Sunday, February 8, 2015

Sexagesima Sunday from Blessed John Henry Newman

Blessed John Henry Newman, by the effort of prayer and meditation, came to see that many of the troubles of his life were examples of God's providence and that his submission to them was an example of God's grace in his life. In this Parochial and Plain Sermon ("Affliction, a School of Comfort") for Sexagesima Sunday, Newman warns that suffering and self-denial are no guarantee of holiness; we can suffer and be miserable and want others to be miserable or we can suffer and love God so that we'll want others to know comfort and support in their own sufferings. Newman was a graduate of this school of comfort and he--according to the many letters Peter C. Wilcox describes and quotes in the great study of Newman as a spiritual director I read just a couple of months ago--passed along the lessons he had learned when people wrote to him about their troubles and afflictions:

Such is one chief benefit of painful trial, of whatever kind, which it may not be unsuitable to enlarge on. Man is born to trouble, "as the sparks fly upward." More or less, we all have our severe trials of pain and sorrow. If we go on for some years in the world's sunshine, it is only that troubles, when they come, should fall heavier. Such at least is the general rule. Sooner or later we fare as other men; happier than they only if we learn to bear our portion more religiously; and more favoured if we fall in with those who themselves have suffered, and can aid us with their sympathy and their experience. And then, while we profit from what they can give us, we may learn from them freely to give what we have freely received, comforting in turn others with the comfort which our brethren have given us from God.

Now, in speaking of the benefits of trial and suffering, we should of course never forget that these things by themselves have no power to make us holier or more heavenly. They make many men morose, selfish, and envious. The only sympathy they create in many minds, is the wish that others should suffer with them, not they with others. Affliction, when love is away, leads a man to wish others to be as he is; it leads to repining, malevolence, hatred, rejoicing in evil. "Art thou also become weak as we? art thou become like unto us?" said the princes of the nations to the fallen king of Babylon. The devils are not incited by their own torments to any endeavour but that of making others devils also. Such is the effect of pain and sorrow, when unsanctified by God's saving grace. And this is instanced very widely and in a variety of cases. All afflictions of the flesh, such as the Gospel enjoins, and St. Paul practised, watchings and fastings, and subjecting of the body, have no tendency whatever in themselves to make men better; they often have made men worse; they often (to appearance) have left them just as they were before. They are no sure test of holiness and true faith, taken by themselves. A man may be most austere in his life, and, by that very austerity, learn to be cruel to others, not tender. And, on the other hand (what seems strange), he may be austere in his personal habits, and yet be a waverer and a coward in his conduct. Such things have been,—I do not say they are likely in this state of society,—but I mean, it should ever be borne in mind, that the severest and most mortified life is as little a passport to heaven, or a criterion of saintliness, as benevolence is, or usefulness, or amiableness. Self-discipline is a necessary condition, but not a sure sign of holiness. It may leave a man worldly, or it may make him a tyrant. It is only in the hands of God that it is God's instrument. It only ministers to God's purposes when God uses it. It is only when grace is in the heart, when power from above dwells in a man, that anything outward or inward turns to his salvation. Whether persecution, or famine, or the sword, they as little bring the soul to Christ, as they separate it from Him. He alone can work, and He can work through all things. He can make the stones bread. He can feed us with "every word which proceedeth from His mouth." He could, did He so will, make us calm, resigned, tender-hearted, and sympathising, without trial; but it is His will ordinarily to do so by means of trial. Even He Himself, when He came on earth, condescended to gain knowledge by experience; and what He did Himself, that He makes His brethren do. . . .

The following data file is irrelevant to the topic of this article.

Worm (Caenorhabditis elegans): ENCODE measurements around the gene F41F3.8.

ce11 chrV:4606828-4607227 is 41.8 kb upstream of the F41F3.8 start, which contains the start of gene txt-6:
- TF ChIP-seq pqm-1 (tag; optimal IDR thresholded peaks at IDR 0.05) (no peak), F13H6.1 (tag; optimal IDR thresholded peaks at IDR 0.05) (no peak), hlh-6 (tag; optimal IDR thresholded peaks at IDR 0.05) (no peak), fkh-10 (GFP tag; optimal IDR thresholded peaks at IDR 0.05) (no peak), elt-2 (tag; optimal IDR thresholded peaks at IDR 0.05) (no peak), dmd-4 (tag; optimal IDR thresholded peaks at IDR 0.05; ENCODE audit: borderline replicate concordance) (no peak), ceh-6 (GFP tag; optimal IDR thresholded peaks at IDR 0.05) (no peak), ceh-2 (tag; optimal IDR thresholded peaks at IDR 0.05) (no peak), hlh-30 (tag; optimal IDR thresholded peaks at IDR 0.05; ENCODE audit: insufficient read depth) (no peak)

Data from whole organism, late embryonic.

Taught by our own pain, our own sorrow, nay, by our own sin, we shall have hearts and minds exercised for every service of love towards those who need it. We shall in our measure be comforters after the image of the Almighty Paraclete, and that in all senses of the word,—advocates, assistants, soothing aids. Our words and advice, our very manner, voice, and look, will be gentle and tranquillizing, as of those who have borne their cross after Christ. We shall not pass by His little ones rudely, as the world does. The voice of the widow and the orphan, the poor and destitute, will at once reach our ears, however low they speak. Our hearts will open towards them; our word and deed befriend them. The ruder passions of man's nature, pride and anger, envy and strife, which so disorder the Church, these will be quelled and brought under in others by the earnestness and kindness of our admonitions.

Read the entire sermon here.

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